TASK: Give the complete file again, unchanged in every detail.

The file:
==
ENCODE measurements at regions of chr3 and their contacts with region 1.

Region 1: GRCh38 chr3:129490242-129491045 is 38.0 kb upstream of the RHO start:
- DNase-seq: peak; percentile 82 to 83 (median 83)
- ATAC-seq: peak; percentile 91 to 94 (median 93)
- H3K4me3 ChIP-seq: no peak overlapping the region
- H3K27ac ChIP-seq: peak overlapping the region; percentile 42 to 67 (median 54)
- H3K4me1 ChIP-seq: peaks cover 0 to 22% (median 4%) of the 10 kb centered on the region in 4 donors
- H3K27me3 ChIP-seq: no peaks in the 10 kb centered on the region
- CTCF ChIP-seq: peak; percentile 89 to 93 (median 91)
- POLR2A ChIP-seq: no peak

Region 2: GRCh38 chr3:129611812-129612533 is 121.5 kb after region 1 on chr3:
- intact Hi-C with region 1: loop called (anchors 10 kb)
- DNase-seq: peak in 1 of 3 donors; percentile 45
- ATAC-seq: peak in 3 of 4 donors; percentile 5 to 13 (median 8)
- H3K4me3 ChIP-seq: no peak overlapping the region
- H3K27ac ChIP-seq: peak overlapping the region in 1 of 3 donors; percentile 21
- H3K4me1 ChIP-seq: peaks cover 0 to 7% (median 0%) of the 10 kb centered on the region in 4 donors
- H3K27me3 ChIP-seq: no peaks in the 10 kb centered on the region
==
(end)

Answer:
ENCODE measurements at regions of chr3 and their contacts with region 1.

Region 1: GRCh38 chr3:129490242-129491045 is 38.0 kb upstream of the RHO start:
- DNase-seq: peak; percentile 82 to 83 (median 83)
- ATAC-seq: peak; percentile 91 to 94 (median 93)
- H3K4me3 ChIP-seq: no peak overlapping the region
- H3K27ac ChIP-seq: peak overlapping the region; percentile 42 to 67 (median 54)
- H3K4me1 ChIP-seq: peaks cover 0 to 22% (median 4%) of the 10 kb centered on the region in 4 donors
- H3K27me3 ChIP-seq: no peaks in the 10 kb centered on the region
- CTCF ChIP-seq: peak; percentile 89 to 93 (median 91)
- POLR2A ChIP-seq: no peak

Region 2: GRCh38 chr3:129611812-129612533 is 121.5 kb after region 1 on chr3:
- intact Hi-C with region 1: loop called (anchors 10 kb)
- DNase-seq: peak in 1 of 3 donors; percentile 45
- ATAC-seq: peak in 3 of 4 donors; percentile 5 to 13 (median 8)
- H3K4me3 ChIP-seq: no peak overlapping the region
- H3K27ac ChIP-seq: peak overlapping the region in 1 of 3 donors; percentile 21
- H3K4me1 ChIP-seq: peaks cover 0 to 7% (median 0%) of the 10 kb centered on the region in 4 donors
- H3K27me3 ChIP-seq: no peaks in the 10 kb centered on the region